Over the holidays, I attended a party and was asked if I had any fun party games to bring on over. Given that there were going to be about 15 people at this event, I knew I needed something that scaled well. We’ve played Dirty Bag O’ Nouns before, but I wanted something different. Since I religiously watch/read the fantastic videos/articles over at Shut Up & Sit Down, I’m well aware of the fact that they love “Two Rooms and a Boom” – a game that was first introduced to the world through Kickstarter and has since grown in popularity.
Ah, Kickstarter. So much promise, mostly a sea of garbage. Don’t get me wrong, Kickstarter is great for getting your fledgling artisinal miniatures game into the hands of those people who shit themselves for fledgling artisinal miniatures games with no hopes of ever being played, but for the most part, I haven’t seen a whole lot of awesomeness come out of Kickstarter. Even that hugely controversial movie by that guy from Scrubs was mediocre.
But wait, Two Rooms and a Boom is print and play, so you don’t actually have to go and give anyone any money at all. I feel bad just printing and playing another person’s game/hard work, but if they really want me to try it out as soon as possible, well, who am I to argue against them? I printed out the game and brought it with me to the party. Did it go over well? We’ll get to that.
In Two Rooms and a Boom, you hand out cards that identify the individual as either on the red team or the blue team. One red team member is the bomber, and one blue team member is the president. Every person is then placed into one of two rooms. The individual rooms elect a leader, the leader chooses a number of individuals in their rooms to exchange with the other room, and then you repeat this a few times until you come to the end of the game and find out if the bomber is in the same room as the president. If so, the red team wins. If not, the blue team wins. You don’t have to ever disclose which team you’re on. You CAN do so, but it’s entirely up to you.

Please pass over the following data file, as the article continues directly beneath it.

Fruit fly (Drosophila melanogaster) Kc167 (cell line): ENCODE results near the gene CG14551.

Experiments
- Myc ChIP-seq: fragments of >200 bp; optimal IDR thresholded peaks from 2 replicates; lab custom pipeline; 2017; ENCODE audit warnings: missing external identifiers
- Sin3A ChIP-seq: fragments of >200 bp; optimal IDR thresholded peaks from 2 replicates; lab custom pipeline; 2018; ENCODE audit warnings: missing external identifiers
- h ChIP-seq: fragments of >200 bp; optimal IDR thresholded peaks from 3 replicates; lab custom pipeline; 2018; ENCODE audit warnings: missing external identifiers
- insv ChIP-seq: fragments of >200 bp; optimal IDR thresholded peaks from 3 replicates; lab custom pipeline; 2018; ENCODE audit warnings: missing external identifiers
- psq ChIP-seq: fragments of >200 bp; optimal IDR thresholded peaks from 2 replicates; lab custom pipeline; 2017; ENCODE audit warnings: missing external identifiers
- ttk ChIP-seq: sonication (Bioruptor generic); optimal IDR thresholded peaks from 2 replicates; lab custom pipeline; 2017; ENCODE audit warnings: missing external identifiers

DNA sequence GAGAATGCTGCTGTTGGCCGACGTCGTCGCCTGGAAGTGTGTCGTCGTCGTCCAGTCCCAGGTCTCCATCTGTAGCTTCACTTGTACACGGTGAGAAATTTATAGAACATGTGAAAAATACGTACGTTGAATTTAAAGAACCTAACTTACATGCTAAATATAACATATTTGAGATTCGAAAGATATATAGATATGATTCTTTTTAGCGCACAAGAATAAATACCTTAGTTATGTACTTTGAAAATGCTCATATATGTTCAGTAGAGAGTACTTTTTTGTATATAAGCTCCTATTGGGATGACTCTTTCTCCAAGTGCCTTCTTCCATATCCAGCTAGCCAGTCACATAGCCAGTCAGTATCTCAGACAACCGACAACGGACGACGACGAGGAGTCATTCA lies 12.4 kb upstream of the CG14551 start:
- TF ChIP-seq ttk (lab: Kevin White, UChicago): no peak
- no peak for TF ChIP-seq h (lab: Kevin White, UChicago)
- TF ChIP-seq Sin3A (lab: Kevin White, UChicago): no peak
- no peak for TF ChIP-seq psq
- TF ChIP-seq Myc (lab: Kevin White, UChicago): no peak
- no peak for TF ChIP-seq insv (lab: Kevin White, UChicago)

We played twice. The game can be explained in 3 minutes, but I still felt compelled to moderate the first game to make sure everything ran smoothly. Watching the game click with everyone was great fun, but it was the second game that I really enjoyed. In the previous game, everyone in both rooms had pretty much shown everyone else their cards. I chose not to tell anyone anything about my affiliation. I was on the red team, but for the first round played like I was on the blue team. I finally revealed my affiliation when it was evident that the red team had taken over the room. I tried in vain to get sent to another room, but it didn’t work. Ultimately we lost when we tried to second guess whether the other room would send the President into our room. Does any of that make sense? You’ve got to play it for it to click, but when it does, it’s a good party game.
Would I play it again? Yes, but I will need to add in the multiple variant roles to keep it interesting. We also didn’t play to 5 rounds, which I think would have made the game much more tense and difficult for both parties, as the rooms would have to get rearranged significantly throughout the game. We found that the game got a bit boring if you got stuck in an opposite colour room, so having some different roles would be better.
I liked this game, but I’m not sold on it becoming a staple in a party setting just yet. There’s tons of interaction, but it can be of the intimidating variety. The stronger personalities can easily dominate the game, and that leaves some of the more passive individuals with little to do. The best thing about this game is that it’s over in 15 minutes if you want it to be. It was very easy to get people to play the game when I told them that if they didn’t like it, we would be playing something different in a quarter of an hour.
Go print and play the game while you still can! Two FREE games in two weeks! I’m on a roll! Next week: my favourite party game AND it’s free as well!